Sears provides its preventative maintenance technicians with two weeks of training in a technical school and six weeks in the field with a mentor. The position involves daily travel in assigned area to repair appliances in home, with additional opportunities for commission. View listing here. >>
This is a four-year apprenticeship with Xcel Energy with good pay and a path to management roles. While the job posting says you need a commercial driver’s license to apply, it’s a little more flexible --- you just need to be able to get one within a month of starting. This is a Department of Labor-certified apprentice program that is recognized throughout the United States. View listing here. >>
If you have personality and like working with people, this job with AT&T; as a wire technician would be a good fit. You’ll be going on different routes every day, installing wire and coordinated services in residential settings. AT&T; provides all of the training, and the position offers great upward mobility. View listing here. >>
If you worked on a ground vehicle in the military, this job with CarMax may be for you. The position does not require Automotive Service Excellence certification --- CarMax will help you get it. The position provide lots of upward mobility and a pleasant work environment that is clean, climate-controlled, and filled with the sweet sounds of satellite radio. View listing here. >>
Islamic state members walk in the last besieged neighborhood in the village of Baghouz, Deir Al Zor province, Syria February 18, 2019. (Reuters/Rodi Said)
NEAR BAGHOUZ, Syria (Reuters) - The Islamic State appeared closer to defeat in its last enclave in eastern Syria on Wednesday, as a civilian convoy left the besieged area where U.S.-backed forces estimate a few hundred jihadists are still holed up.
U.S. Air Force Airmen assigned to the 317th Airlift Wing walk to waiting family members and friends after stepping off of a C-130J Super Hercules at Dyess Air Force Base, Texas, Sept. 17, 2018 (U.S. Air Force/Airman 1st Class Mercedes Porter)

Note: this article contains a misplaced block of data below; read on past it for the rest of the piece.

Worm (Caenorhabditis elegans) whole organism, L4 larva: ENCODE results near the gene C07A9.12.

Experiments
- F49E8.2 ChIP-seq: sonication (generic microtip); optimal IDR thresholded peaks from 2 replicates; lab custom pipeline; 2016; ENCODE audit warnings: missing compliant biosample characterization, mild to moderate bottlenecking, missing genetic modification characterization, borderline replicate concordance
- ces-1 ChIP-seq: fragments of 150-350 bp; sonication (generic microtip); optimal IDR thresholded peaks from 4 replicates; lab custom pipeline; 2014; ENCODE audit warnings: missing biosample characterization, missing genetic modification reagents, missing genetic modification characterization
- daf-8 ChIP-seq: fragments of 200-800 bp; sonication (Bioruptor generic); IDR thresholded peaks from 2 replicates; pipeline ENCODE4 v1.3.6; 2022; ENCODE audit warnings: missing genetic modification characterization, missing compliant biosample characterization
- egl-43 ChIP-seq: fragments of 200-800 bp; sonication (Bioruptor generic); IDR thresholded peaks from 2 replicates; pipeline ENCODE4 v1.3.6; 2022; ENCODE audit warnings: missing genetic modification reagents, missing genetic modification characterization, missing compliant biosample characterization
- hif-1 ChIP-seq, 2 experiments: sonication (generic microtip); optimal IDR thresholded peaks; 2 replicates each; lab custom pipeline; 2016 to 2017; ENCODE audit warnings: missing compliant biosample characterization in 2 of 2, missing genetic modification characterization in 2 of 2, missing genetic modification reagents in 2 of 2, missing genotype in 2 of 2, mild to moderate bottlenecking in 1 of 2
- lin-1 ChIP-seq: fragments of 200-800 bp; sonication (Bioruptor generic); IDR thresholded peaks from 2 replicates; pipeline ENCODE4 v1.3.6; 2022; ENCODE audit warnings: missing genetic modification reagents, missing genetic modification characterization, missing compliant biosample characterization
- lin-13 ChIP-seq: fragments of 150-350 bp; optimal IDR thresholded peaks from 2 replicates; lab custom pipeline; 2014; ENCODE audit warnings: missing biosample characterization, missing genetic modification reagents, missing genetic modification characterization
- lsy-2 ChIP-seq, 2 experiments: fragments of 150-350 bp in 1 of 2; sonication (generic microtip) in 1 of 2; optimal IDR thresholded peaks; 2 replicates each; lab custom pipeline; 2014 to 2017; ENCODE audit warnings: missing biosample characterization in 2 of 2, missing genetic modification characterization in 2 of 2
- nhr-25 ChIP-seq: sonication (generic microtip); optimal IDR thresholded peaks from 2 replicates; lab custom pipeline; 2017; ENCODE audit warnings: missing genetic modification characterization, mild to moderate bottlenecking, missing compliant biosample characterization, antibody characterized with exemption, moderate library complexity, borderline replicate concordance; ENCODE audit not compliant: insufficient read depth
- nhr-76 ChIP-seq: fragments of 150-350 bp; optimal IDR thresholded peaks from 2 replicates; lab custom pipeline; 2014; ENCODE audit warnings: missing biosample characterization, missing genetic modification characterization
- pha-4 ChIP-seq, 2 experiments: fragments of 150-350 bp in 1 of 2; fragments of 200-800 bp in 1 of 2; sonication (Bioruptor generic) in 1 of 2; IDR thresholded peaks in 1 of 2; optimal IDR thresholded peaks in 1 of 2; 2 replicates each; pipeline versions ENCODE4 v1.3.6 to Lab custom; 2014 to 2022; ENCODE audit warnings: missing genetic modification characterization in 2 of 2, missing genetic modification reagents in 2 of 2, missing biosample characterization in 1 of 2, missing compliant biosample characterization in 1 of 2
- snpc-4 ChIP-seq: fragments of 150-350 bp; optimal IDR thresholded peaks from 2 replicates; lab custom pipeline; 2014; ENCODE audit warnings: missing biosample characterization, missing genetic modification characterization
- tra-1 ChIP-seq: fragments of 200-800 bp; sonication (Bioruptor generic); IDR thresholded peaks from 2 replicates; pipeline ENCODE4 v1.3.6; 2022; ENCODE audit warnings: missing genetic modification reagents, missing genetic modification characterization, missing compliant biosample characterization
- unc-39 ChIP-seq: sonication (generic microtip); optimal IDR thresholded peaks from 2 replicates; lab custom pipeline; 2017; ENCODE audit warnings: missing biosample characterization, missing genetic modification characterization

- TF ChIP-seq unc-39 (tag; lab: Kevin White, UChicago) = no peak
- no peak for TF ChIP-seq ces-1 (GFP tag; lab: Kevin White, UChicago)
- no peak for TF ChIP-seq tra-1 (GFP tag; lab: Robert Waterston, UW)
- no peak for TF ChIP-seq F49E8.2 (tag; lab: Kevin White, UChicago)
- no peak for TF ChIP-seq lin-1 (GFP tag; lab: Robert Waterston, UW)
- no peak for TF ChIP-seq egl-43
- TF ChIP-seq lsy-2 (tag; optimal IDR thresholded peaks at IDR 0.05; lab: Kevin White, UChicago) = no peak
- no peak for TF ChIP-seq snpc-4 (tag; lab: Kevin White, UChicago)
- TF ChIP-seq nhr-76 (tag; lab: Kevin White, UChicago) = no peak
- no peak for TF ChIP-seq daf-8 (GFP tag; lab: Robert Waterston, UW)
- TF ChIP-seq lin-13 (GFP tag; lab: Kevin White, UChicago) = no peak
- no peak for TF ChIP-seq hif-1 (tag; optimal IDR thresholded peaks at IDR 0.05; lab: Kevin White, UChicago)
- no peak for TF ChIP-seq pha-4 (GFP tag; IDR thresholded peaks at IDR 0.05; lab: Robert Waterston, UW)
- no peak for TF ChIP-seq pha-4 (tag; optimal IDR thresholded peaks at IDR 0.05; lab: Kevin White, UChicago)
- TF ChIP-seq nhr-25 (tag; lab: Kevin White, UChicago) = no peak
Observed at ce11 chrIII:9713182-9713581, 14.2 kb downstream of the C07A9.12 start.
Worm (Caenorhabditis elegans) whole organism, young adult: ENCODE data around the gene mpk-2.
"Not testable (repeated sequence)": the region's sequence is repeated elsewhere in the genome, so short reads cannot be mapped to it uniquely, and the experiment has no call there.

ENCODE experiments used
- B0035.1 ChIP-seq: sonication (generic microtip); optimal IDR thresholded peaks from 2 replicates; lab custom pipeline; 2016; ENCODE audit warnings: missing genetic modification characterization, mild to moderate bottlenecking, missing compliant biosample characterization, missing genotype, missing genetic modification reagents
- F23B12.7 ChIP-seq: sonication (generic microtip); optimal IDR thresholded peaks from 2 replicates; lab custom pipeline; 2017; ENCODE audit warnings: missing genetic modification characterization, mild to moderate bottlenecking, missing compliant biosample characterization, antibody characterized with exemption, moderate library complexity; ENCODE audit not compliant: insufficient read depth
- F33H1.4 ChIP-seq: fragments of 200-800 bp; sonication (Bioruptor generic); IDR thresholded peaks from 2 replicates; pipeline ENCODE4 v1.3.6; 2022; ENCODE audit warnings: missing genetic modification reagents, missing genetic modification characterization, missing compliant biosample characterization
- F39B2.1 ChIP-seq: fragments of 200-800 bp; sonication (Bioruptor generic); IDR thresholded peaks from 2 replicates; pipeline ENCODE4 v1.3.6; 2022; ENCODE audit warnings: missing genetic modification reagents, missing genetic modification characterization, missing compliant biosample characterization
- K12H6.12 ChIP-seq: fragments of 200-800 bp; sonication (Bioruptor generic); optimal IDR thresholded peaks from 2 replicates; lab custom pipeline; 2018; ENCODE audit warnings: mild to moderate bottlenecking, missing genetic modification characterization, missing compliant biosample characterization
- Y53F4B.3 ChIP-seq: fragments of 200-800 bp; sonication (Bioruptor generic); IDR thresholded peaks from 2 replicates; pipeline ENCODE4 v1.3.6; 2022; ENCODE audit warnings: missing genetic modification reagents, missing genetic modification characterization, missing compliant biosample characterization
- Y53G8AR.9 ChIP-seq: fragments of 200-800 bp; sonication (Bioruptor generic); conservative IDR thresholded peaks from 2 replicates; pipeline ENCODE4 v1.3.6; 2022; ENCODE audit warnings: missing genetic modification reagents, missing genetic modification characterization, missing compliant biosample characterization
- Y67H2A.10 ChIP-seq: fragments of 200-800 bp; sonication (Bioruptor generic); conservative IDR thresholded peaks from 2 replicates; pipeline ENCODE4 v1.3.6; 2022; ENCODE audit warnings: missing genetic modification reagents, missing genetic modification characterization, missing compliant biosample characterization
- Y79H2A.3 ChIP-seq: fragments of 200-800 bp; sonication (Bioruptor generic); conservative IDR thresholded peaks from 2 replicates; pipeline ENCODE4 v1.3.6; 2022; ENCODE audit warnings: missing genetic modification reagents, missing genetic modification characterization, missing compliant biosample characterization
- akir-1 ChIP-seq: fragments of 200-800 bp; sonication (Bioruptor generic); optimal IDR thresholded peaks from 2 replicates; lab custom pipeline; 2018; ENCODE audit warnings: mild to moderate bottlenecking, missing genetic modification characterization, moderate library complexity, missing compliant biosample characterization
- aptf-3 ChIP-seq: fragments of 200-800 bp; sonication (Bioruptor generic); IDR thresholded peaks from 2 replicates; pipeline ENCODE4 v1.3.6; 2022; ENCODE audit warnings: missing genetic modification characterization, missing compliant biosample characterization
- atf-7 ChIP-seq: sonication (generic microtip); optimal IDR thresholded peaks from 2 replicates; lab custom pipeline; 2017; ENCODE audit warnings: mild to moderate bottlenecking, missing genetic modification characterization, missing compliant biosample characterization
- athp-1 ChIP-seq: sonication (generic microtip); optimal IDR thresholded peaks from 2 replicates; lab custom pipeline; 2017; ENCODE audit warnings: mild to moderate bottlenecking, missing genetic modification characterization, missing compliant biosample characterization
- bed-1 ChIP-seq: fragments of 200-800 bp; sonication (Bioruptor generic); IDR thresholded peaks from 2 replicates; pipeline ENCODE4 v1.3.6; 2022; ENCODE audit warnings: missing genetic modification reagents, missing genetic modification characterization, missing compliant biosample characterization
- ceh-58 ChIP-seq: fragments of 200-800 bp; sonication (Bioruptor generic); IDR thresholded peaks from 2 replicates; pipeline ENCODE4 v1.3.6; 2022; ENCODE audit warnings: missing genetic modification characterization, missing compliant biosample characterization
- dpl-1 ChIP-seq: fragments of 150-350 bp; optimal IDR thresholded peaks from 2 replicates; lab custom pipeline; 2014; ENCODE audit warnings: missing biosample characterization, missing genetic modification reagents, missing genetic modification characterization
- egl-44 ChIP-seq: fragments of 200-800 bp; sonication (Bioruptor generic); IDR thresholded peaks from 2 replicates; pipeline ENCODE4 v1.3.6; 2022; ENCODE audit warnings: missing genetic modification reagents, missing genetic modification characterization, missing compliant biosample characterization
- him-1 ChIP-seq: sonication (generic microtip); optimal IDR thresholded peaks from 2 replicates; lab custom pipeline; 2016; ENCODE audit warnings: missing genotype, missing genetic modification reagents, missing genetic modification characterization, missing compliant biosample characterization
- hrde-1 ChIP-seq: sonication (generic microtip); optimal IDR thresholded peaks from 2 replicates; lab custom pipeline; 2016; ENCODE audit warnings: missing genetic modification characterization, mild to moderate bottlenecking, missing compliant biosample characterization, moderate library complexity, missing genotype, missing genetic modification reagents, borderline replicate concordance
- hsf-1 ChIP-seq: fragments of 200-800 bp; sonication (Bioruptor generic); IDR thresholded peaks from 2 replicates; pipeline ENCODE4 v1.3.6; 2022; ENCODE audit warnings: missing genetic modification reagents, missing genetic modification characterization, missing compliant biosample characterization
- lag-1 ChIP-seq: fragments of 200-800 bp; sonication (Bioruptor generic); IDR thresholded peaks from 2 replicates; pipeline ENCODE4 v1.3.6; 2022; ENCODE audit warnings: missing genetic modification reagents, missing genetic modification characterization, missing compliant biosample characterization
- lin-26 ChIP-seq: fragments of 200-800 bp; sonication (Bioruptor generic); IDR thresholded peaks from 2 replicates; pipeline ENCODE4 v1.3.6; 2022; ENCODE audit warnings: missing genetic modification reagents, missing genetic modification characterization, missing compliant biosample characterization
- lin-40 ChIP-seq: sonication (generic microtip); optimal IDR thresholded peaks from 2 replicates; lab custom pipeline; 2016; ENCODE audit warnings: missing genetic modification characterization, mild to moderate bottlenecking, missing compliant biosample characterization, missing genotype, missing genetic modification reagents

The U.S. Air Force has issued new guidelines for active-duty, reserve and National Guard airmen who are considered non-deployable, and officials will immediately begin flagging those who have been unable to deploy for 12 consecutive months for separation consideration.
A small unmanned aerial vehicle built by service academy cadets is shown here flying above ground. This type of small UAV was used by cadets and midshipmen from the U.S. Air Force Academy, the U.S. Military Academy and the U.S. Naval Academy, during a Defense Advanced Research Projects Agency-sponsored competition at Camp Roberts, California, April 23-25, 2017. During the competition, cadets and midshipmen controlled small UAVs in "swarm" formations to guard territory on the ground at Camp Roberts. (U.S. Air Force photo)
Drones have been used in conflicts across the globe and will play an even more important role in the future of warfare. But, the future of drones in combat will be different than what we have seen before.
The U.S. military can set itself apart from others by embracing autonomous drone warfare through swarming — attacking an enemy from multiple directions through dispersed and pulsing attacks. There is already work being done in this area: The U.S. military tested its own drone swarm in 2017, and the UK announced this week it would fund research into drone swarms that could potentially overwhelm enemy air defenses.
I propose we look to the amoeba, a single-celled organism, as a model for autonomous drones in swarm warfare. If we were to use the amoeba as this model, then we could mimic how the organism propels itself by changing the structure of its body with the purpose of swarming and destroying an enemy.